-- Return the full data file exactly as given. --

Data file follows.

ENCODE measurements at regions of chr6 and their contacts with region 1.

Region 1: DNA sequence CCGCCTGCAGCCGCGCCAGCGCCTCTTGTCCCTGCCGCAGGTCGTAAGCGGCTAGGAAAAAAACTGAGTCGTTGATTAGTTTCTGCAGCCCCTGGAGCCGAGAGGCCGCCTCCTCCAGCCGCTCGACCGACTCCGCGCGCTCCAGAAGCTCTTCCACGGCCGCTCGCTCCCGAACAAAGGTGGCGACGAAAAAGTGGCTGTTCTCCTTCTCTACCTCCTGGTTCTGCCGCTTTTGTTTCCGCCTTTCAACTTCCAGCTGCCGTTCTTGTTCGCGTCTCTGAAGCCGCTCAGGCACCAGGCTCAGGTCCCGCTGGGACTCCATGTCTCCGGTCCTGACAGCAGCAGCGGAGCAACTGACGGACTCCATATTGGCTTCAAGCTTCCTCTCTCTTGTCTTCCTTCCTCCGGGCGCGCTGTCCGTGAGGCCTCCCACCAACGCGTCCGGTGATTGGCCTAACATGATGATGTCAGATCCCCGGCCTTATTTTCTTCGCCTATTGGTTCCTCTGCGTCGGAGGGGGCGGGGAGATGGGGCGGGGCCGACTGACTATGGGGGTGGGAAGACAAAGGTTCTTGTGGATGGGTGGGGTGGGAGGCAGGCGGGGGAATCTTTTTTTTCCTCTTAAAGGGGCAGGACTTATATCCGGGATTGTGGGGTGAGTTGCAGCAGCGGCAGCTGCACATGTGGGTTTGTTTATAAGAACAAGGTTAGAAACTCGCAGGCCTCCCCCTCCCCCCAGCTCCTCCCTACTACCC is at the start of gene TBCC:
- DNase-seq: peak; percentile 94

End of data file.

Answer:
ENCODE measurements at regions of chr6 and their contacts with region 1.

Region 1: DNA sequence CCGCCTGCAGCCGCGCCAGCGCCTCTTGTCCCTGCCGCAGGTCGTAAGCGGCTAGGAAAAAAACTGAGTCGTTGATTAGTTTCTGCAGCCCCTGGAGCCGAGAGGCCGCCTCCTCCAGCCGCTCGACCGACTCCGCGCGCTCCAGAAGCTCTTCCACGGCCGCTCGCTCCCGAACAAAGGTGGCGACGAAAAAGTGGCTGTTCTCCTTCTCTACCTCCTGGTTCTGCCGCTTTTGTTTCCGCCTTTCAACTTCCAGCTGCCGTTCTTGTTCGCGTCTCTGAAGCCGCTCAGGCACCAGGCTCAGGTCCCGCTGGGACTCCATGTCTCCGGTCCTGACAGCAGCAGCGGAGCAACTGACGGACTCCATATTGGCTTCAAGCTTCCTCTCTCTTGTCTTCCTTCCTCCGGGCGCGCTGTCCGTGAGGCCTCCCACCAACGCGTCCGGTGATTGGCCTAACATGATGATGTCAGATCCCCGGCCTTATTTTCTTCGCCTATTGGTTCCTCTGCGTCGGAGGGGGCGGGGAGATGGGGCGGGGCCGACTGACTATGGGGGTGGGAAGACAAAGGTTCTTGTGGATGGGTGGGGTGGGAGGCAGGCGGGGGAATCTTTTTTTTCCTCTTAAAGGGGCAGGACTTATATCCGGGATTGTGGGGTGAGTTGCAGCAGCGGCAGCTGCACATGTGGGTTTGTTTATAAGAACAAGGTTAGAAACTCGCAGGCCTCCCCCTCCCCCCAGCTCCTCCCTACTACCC is at the start of gene TBCC:
- DNase-seq: peak; percentile 94